Autistic? Non-Verbal? No Problem (Photos)

You can’t do, if you don’t try

By kncitom on June 27, 2023
John Almeda (in green shirt) and his team at the finish of the Western States 100 (Photo: Vanessa Bieker)

For most of us, running 100 miles is impossible, a task equal to climbing Mt Everest, or swimming, say, the English Channel. To do it requires a dream, a goal, and then a full commit to trying.

Of course, even then, sometimes it isn’t enough. There are so many physical challenges that can arise while trying to complete what’s called an “ultra-marathon”, even the most elite runners sometimes falter. And the mental aspect, in some ways, can be even more challenging. Willing your body to continue moving forward mile after fatiguing mile when every fiber of your being is saying STOP requires a grit and determination that is unfathomable to most of us. But one thing is for sure: if you don’t try, you’ll never know.

But then, add onto that the challenges that come with being autistic, and non-verbal. Now you’re truly talking about something remarkable. And that’s what John Almeda is. 

Remarkable. He’s kind of the epitome of try.

Ever since his mother Vanessa noticed her then-19 year old son seemed to love running the way leaves love blowing in the breeze, John has been lacing up his sneakers and heading out. At first it was to burn off his latent energy. Then, as he took to it more and more, it became about setting goals. First a 5k, then a 10. Then a half marathon. Then a full marathon. Two, because he broke his ankle the first time. Then it was a 50 miler, and last year, his first 100 miler – the Rio Del Lago 100. John did them all. 

And it was never without challenges. There was the broken ankle in the CIM, but there was also the fact that Jon cannot communicate verbally. Neither does he process pain, or fatigue or thirst or hunger the same way we do. He may vaguely sense he needs hydration, or nutrition, or that he, you know, broke an ankle, but it’s up to the support runners accompanying him to decipher what he needs and sometimes, to simply tell him it’s time for a drink, it’s time for another packet of Gu. It’s time to stop.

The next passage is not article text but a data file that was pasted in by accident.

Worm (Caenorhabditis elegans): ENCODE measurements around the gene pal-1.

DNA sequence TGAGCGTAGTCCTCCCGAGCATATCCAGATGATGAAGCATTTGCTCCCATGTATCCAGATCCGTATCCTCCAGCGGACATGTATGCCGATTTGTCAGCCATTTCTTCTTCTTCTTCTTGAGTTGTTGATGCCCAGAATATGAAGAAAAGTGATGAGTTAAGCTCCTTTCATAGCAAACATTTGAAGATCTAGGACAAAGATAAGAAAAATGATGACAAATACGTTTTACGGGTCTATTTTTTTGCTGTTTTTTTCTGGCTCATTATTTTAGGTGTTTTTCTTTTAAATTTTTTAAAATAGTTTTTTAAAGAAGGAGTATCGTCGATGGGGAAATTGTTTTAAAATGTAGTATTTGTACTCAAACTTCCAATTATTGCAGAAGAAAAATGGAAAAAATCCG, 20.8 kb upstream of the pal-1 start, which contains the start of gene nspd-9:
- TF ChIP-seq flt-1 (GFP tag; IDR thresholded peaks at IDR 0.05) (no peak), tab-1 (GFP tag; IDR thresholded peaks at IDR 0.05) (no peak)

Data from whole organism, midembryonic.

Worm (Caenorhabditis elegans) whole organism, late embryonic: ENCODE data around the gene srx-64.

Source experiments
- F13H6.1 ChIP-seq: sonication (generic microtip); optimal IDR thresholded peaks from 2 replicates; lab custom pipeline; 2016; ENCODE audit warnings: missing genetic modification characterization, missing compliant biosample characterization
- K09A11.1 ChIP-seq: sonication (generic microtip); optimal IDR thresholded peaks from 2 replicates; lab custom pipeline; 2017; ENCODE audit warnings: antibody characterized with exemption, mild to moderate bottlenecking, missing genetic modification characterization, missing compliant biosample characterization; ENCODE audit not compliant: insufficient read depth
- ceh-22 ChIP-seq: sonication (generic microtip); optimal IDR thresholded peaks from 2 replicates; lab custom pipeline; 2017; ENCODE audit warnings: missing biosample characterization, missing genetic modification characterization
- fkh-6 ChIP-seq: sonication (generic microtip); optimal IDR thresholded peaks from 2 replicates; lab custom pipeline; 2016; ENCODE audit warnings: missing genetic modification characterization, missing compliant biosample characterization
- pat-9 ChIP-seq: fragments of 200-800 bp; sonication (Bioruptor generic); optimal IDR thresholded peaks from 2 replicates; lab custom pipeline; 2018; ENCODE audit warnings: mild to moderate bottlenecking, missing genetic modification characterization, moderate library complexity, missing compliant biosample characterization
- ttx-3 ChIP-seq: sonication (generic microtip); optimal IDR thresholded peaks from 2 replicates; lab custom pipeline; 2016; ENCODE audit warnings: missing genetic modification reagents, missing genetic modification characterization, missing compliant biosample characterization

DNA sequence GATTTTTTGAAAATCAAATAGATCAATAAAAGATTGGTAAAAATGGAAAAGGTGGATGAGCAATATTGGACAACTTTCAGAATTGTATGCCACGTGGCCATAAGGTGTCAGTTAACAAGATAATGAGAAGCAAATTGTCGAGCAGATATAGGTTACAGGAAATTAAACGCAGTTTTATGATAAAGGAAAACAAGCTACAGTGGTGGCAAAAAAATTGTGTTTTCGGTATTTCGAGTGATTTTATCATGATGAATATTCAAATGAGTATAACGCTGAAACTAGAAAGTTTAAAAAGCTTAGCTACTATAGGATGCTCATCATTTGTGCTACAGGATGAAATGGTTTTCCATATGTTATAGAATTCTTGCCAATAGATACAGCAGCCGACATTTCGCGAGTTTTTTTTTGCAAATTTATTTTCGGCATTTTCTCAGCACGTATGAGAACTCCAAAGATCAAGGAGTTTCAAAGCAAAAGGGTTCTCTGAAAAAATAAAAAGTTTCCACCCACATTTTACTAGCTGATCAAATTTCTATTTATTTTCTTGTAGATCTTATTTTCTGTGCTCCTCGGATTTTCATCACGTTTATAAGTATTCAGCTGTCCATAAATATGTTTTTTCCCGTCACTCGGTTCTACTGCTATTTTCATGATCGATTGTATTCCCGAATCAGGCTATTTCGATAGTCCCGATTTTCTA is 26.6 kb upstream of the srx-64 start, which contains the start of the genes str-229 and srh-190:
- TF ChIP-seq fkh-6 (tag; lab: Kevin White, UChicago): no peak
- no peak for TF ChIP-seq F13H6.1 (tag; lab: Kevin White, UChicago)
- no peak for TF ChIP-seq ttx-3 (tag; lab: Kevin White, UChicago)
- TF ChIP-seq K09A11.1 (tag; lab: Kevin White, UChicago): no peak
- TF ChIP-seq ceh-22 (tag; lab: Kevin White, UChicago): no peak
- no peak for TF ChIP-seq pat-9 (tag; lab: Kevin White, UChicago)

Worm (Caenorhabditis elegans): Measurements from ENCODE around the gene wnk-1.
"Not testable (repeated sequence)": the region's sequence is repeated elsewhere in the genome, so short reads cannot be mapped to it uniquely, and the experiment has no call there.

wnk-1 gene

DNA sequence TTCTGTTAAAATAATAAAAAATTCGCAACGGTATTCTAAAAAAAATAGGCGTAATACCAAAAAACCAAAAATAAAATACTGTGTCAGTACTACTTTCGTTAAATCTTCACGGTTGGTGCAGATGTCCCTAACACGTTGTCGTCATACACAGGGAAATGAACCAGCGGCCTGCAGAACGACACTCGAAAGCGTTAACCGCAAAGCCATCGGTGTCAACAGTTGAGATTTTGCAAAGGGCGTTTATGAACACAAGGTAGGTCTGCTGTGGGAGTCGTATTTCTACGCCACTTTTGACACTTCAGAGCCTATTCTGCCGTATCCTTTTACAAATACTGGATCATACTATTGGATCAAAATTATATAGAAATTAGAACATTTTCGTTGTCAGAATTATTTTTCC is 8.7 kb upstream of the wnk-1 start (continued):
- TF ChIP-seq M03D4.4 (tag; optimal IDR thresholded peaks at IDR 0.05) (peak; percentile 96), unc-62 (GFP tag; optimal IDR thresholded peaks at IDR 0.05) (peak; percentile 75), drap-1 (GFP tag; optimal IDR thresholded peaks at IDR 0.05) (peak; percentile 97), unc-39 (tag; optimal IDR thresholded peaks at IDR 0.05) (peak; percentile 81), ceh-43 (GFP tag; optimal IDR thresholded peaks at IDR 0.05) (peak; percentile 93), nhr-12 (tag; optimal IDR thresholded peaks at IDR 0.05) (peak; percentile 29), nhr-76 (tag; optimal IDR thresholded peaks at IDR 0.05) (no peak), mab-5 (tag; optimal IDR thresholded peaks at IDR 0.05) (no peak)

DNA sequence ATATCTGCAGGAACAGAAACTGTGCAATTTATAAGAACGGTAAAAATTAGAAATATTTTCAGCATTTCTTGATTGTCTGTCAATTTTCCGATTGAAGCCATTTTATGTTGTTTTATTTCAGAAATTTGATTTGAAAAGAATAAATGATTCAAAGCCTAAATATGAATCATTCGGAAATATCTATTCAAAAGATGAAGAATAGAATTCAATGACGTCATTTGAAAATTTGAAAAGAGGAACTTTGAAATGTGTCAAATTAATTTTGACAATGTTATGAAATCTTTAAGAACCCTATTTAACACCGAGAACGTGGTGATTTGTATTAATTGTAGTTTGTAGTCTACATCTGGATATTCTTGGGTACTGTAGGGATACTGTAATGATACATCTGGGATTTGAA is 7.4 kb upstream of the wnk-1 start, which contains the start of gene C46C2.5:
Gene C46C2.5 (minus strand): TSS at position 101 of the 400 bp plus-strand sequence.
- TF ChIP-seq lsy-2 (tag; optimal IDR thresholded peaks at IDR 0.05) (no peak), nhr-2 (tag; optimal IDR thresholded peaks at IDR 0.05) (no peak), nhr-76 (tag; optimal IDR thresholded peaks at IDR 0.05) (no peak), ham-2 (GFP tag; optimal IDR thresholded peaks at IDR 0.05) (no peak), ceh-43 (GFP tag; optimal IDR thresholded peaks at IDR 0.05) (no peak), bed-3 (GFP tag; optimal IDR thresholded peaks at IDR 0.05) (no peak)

But all of that came together for one glorious weekend recently as John, on his first attempt, completed the Western States 100 Ultra Marathon. It’s one of the oldest and most prestigious such events in the world. 100 miles from Palisades Tahoe to the stadium at Placer High School, with cumulative descents into the American River canyon of over 22,000 feet, and cumulative ascents of over 18,000 feet. 

Accompanied at various stages along the route by, no particular order, Brian, Jon, Trung, Rusty, Darren and Hans, John was able to not only complete the Western States, John did it in just over 27 hours and 8 minutes – nearly 3 hours under the event cut-off time. 

It’s just…10 years…and it’s such a win for the non-speaking community” said his teary-eyed mom at the finish line. “If you’re out there, and don’t think you can achieve your dreams, this kid did. So can you.”

Most of us will never run an ultra, or climb Everest, or swim the English Channel. Heck, most of us will never do a 5k. But thanks to special people like John Almeda, we can know that, no matter what challenges we might face in our personal lives, there are goals we can set, and dreams we can achieve, if only we commit to trying.

Below are some photos, courtesy of John’s mom, Vanessa Bieker, from the race.

John and pacer somewhere in the American River canyon (photo: Vanessa Bieker)
There are uglier places to suffer (photo: Vanessa Bieker)
John and crew at mile 64 of the WS100, Foresthill (photo: Vanessa Bieker)
Somewhere along the trail (photo: Vanessa Bieker)
John being tended to in the aid tent after completing 100 miles (photo: Tom Mailey)
John’s next-day post-race meal: 3 plates of Ikea meatballs! (photo: Vanessa Bieker)
John’s got this, mom! (photo: Tom Mailey)

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